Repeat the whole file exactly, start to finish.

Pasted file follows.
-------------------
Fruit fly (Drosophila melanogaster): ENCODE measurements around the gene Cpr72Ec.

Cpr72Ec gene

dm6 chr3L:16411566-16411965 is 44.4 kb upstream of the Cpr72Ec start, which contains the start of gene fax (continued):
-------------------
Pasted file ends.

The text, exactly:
Fruit fly (Drosophila melanogaster): ENCODE measurements around the gene Cpr72Ec.

Cpr72Ec gene

dm6 chr3L:16411566-16411965 is 44.4 kb upstream of the Cpr72Ec start, which contains the start of gene fax (continued):